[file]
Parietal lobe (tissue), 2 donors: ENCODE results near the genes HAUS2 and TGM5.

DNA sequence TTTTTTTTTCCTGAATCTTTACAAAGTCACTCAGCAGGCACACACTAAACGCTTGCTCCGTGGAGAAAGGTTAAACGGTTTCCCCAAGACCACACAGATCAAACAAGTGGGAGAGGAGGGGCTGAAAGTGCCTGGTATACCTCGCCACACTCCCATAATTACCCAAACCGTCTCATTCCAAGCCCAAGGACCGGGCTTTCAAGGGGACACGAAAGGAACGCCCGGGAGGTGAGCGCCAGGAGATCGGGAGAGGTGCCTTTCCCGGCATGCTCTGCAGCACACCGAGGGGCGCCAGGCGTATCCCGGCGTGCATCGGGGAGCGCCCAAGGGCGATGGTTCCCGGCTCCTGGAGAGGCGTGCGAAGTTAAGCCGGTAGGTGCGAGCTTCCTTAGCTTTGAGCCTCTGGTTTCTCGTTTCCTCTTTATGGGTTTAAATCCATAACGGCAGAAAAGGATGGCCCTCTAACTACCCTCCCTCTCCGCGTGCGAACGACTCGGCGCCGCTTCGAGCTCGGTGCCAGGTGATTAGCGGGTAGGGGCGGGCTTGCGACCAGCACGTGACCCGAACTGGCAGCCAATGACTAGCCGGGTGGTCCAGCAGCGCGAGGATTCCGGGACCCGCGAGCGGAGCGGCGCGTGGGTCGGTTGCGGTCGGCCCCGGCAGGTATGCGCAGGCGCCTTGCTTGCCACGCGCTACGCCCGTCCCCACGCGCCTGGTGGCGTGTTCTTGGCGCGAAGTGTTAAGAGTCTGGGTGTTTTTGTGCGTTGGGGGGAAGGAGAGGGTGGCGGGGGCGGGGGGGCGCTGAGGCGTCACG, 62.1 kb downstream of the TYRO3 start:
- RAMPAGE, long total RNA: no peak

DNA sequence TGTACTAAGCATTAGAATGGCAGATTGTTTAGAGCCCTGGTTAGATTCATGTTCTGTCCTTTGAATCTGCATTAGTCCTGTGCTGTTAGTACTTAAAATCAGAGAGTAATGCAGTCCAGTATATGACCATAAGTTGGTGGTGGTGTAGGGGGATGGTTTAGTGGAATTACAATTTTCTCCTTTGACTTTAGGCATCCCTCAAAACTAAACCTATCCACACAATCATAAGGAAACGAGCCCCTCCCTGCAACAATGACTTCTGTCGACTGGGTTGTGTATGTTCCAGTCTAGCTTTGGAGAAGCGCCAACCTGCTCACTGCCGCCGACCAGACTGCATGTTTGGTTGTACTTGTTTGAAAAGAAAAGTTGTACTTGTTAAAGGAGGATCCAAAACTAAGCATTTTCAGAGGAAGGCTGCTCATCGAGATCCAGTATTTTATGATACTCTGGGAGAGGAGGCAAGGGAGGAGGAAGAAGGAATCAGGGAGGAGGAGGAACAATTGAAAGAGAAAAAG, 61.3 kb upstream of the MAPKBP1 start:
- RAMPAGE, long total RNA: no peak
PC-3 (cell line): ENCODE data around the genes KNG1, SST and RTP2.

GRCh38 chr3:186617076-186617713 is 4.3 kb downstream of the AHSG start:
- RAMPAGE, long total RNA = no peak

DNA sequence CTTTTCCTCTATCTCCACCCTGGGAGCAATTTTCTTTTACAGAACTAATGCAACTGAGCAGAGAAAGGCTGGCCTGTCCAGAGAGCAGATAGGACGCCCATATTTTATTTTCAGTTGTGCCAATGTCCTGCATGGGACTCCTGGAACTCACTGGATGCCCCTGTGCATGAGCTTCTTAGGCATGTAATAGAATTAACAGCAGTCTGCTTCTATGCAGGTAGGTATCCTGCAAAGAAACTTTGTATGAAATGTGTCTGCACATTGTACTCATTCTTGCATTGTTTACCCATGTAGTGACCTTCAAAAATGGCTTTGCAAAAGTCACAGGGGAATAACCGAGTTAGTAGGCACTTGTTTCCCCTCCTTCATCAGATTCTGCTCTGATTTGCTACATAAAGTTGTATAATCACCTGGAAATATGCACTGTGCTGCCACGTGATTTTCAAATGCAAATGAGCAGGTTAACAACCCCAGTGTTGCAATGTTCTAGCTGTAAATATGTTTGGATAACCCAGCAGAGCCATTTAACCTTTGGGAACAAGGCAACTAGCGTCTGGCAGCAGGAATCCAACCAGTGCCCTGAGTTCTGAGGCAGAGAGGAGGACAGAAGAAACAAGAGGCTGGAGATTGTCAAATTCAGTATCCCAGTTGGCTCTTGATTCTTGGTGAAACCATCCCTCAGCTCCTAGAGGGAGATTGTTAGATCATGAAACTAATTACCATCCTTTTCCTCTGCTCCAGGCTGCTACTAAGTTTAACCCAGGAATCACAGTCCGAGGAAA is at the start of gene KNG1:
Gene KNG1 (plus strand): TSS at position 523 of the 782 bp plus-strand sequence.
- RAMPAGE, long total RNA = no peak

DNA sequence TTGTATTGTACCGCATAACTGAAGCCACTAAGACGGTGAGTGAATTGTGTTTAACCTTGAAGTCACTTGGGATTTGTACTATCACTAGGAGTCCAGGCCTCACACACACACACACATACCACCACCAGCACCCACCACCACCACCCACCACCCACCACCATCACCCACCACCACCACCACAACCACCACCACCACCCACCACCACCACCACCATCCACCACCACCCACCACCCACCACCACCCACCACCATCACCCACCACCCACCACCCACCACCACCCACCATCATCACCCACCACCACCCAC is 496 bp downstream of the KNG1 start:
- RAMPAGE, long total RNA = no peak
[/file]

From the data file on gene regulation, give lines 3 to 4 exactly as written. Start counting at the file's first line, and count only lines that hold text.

- RAMPAGE, long total RNA: no peak

DNA sequence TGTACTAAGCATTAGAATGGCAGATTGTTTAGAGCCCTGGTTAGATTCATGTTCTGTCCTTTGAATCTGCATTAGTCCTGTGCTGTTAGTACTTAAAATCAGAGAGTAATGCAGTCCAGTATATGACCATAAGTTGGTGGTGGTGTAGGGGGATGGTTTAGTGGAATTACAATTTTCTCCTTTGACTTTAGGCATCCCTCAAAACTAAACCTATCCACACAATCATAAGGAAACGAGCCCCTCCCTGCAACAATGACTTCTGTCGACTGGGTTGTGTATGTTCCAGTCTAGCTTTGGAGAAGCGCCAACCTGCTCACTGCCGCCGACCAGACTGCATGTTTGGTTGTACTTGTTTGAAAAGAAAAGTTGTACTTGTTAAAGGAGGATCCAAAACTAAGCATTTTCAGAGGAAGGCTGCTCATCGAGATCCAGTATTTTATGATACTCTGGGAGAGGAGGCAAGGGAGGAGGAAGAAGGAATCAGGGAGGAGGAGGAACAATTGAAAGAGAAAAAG, 61.3 kb upstream of the MAPKBP1 start: